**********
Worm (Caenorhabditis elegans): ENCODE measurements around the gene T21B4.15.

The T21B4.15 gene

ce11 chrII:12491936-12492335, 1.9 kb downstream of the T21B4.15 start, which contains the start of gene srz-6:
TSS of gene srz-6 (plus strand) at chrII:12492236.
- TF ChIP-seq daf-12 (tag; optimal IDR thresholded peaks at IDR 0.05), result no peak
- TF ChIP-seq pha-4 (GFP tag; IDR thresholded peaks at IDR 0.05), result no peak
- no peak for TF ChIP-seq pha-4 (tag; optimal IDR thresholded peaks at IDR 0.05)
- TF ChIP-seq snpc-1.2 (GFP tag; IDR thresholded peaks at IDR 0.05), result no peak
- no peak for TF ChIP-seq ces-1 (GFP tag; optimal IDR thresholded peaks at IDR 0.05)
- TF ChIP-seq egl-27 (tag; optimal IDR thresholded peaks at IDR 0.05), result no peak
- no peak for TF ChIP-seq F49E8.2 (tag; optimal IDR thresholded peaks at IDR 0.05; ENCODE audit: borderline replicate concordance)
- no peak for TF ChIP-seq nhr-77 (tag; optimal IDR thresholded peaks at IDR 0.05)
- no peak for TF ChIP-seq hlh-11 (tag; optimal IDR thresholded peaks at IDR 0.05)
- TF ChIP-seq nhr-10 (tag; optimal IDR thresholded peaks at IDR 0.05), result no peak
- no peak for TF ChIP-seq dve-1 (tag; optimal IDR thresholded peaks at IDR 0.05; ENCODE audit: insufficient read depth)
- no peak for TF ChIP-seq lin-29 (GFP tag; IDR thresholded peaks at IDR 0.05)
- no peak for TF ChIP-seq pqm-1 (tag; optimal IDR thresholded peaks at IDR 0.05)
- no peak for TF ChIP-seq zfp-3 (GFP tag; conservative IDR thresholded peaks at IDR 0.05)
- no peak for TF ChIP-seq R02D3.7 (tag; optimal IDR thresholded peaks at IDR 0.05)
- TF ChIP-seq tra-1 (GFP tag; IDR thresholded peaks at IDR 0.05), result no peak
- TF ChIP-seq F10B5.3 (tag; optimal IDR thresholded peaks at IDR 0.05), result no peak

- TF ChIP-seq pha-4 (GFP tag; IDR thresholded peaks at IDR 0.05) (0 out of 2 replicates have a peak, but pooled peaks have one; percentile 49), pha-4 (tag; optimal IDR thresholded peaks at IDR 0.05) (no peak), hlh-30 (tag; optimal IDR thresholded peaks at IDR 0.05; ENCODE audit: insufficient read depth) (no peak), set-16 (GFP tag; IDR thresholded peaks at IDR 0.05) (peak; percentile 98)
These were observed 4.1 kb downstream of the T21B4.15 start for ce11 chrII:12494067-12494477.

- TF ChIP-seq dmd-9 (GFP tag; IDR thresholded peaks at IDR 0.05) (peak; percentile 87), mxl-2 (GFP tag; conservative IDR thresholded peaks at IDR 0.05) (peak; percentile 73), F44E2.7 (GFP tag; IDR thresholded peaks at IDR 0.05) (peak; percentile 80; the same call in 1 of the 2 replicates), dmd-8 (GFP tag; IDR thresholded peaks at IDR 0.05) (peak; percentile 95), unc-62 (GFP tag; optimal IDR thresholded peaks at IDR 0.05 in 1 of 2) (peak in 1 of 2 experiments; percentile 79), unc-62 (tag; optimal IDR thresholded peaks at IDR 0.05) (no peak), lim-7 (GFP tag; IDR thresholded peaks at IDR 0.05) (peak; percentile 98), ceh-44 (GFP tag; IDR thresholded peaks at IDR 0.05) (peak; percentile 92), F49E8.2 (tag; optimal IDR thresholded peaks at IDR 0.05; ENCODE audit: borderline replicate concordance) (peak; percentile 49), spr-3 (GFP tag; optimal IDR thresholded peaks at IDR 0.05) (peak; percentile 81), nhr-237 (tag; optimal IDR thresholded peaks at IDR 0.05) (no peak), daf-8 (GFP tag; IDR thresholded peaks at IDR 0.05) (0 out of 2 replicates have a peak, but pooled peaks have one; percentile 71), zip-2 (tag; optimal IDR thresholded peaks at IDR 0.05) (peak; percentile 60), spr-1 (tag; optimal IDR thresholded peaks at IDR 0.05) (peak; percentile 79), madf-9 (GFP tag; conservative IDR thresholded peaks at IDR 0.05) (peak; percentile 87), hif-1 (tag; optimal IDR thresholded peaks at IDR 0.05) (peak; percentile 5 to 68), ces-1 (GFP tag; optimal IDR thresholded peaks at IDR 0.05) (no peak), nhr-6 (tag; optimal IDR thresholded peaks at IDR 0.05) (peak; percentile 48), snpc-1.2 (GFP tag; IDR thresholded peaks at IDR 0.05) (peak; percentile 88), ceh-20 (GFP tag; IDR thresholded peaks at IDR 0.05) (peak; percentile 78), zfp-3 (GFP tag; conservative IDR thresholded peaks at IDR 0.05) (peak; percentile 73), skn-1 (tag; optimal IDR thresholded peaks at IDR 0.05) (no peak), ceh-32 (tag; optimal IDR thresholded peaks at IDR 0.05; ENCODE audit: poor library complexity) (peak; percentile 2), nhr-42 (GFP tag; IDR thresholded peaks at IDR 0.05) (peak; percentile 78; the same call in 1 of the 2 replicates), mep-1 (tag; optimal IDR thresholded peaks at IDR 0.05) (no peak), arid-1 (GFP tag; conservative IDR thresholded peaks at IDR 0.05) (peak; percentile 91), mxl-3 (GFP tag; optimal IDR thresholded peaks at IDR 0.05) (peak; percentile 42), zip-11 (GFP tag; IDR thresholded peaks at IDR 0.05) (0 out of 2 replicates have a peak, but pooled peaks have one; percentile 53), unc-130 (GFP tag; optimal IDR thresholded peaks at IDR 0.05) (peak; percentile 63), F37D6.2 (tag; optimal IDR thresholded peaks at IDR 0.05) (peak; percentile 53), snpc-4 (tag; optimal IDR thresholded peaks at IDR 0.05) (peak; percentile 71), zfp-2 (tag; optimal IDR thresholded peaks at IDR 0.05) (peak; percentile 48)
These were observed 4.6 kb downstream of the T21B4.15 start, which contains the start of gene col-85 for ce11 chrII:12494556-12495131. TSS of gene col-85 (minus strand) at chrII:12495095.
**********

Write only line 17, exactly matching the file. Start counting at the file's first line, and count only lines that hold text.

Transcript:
- no peak for TF ChIP-seq pqm-1 (tag; optimal IDR thresholded peaks at IDR 0.05)